Egypt and President Mohammed Morsi: A Democracy in its Infancy

We all know that infants aren’t born walking. First, they learn to crawl. And eventually, they’ll learn to walk. During this time, they’ll fall down. And get back up again. All of this is part of the process. It might be a little frustrating to watch, but you know in the end, they’ll be fine. When I think about Egyptians and what they’re going through right now, I think about those babies learning to walk.

The recent events show their progress through this struggle. They are protesting in Tahrir Square again. This time, it’s against their new president, Mohammed Morsi. President Morsi seems to be pulling a “Mubarak” with a power grab. Last week, he issued an edict to dissolve their judiciary. It happens to be the branch of government that he doesn’t control. Man, that takes some balls.

They’re are fighting this with everything they have as the crowds are just as big as when they protested Mubarak last year. I love what one protester said:

“It’s like a wife whose husband was beating her and then she divorces him and becomes free. If she remarries she’ll never accept another day of abuse.”

I hope they are able to kick him out or at least stop his dictatorial power grab.

I’ve heard from Conservative pundits that the Arab Spring was not a positive thing. They were afraid that radical Islamists would take over the governments of these countries. When Mohammed Morsi was elected, the pundits were quick to point out that he is a part of the Muslim Brotherhood.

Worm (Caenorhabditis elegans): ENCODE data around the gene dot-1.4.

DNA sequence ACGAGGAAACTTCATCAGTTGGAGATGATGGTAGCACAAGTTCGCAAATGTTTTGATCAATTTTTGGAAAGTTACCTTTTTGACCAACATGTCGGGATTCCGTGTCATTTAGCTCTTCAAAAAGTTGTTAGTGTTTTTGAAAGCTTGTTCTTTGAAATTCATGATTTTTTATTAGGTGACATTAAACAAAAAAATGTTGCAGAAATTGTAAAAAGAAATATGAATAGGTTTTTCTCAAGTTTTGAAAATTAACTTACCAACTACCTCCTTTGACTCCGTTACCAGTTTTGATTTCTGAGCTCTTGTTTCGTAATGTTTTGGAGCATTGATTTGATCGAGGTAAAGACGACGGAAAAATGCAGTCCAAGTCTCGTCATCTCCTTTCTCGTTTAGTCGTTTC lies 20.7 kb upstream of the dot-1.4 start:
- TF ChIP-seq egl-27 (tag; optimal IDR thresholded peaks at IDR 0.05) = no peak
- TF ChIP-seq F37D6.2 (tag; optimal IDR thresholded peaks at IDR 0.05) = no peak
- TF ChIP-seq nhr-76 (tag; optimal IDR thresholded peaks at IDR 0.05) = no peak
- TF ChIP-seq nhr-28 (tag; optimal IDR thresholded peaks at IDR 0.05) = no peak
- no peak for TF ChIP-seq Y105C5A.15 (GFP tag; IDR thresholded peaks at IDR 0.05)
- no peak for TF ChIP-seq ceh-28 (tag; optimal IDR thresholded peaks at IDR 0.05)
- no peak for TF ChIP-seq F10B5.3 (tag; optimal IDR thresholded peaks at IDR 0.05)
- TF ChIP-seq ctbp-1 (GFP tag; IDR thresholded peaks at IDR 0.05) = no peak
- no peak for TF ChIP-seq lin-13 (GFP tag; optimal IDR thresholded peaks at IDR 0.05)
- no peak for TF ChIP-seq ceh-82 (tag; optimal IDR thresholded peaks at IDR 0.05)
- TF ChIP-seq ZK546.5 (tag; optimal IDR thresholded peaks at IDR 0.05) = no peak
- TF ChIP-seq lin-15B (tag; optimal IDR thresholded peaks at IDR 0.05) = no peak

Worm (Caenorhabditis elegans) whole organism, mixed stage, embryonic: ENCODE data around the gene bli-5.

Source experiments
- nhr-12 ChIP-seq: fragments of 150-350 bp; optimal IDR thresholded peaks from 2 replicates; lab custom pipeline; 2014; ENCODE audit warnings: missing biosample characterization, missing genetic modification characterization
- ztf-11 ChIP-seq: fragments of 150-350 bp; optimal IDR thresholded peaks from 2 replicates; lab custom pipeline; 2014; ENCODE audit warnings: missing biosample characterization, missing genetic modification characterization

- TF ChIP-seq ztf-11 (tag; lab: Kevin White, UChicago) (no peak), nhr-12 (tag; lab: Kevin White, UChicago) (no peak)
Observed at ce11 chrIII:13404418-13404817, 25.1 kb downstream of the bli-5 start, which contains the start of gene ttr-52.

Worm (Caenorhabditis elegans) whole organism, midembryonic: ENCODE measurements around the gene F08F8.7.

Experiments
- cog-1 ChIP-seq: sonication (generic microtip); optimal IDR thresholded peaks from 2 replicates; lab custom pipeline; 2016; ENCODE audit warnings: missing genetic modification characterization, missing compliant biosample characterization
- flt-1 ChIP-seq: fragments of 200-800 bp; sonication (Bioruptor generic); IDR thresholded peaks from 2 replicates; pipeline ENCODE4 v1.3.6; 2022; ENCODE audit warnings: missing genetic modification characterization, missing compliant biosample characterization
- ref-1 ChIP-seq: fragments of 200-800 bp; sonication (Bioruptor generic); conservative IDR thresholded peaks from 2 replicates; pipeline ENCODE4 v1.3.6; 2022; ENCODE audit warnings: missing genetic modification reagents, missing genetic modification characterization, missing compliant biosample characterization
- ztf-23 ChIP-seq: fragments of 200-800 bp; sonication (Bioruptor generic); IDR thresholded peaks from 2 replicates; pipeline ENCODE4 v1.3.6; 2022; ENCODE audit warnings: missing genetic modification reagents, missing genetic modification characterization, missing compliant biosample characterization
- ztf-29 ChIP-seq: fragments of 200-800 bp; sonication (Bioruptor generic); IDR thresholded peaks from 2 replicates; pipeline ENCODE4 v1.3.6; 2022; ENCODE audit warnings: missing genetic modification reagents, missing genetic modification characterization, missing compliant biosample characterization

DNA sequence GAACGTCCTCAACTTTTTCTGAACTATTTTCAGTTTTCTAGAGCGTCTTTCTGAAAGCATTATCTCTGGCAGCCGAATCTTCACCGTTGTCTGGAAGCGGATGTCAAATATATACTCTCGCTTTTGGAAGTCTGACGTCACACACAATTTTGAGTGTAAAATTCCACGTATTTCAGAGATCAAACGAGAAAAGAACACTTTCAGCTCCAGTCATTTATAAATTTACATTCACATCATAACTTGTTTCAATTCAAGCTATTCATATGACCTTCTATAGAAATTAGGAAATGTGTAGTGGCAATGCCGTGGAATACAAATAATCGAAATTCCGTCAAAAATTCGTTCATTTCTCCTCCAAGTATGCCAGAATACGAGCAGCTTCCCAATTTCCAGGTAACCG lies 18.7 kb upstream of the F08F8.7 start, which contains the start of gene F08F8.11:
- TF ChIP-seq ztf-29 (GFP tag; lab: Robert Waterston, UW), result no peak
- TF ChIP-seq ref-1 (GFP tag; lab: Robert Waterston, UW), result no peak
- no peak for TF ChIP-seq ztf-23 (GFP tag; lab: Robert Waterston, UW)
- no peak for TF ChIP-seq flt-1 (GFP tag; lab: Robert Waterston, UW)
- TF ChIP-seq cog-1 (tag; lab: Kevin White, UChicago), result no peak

My response to that was, “So?” The Arab Spring was about citizens finding their voices and striving for democracy in a region that is conducive to neither. Egyptians could vote for whoever they wanted, and they voted for Mohammed Morsi. Was that a mistake? Maybe. The point is that they finally had a say in who was to lead them. That’s huge considering a dictator ruled over them for so long. They might be regretting their choice, but because they have found their voices, they are fighting back.

I will always see the Arab Spring as a good thing. Egyptians have been crawling since last year, and are slowly trying to walk. They will learn a lot as they fall down and get up again – over and over. The first thing they’re learning is that democracy is messy. They might not see it now, but a lot of already know. It will take time, but they will be fine.


One response to “Egypt and President Mohammed Morsi: A Democracy in its Infancy

  • aFrankAngle

    Sometime during the Arab Spring, I recall columnist David Ignatius bringing up the point of the people and democracies wanting change in the Arab world – but the question was change to what?… better yet, what change would come forth? Of course, Americans assume change to what is best for America.

    Great points about the baby steps.

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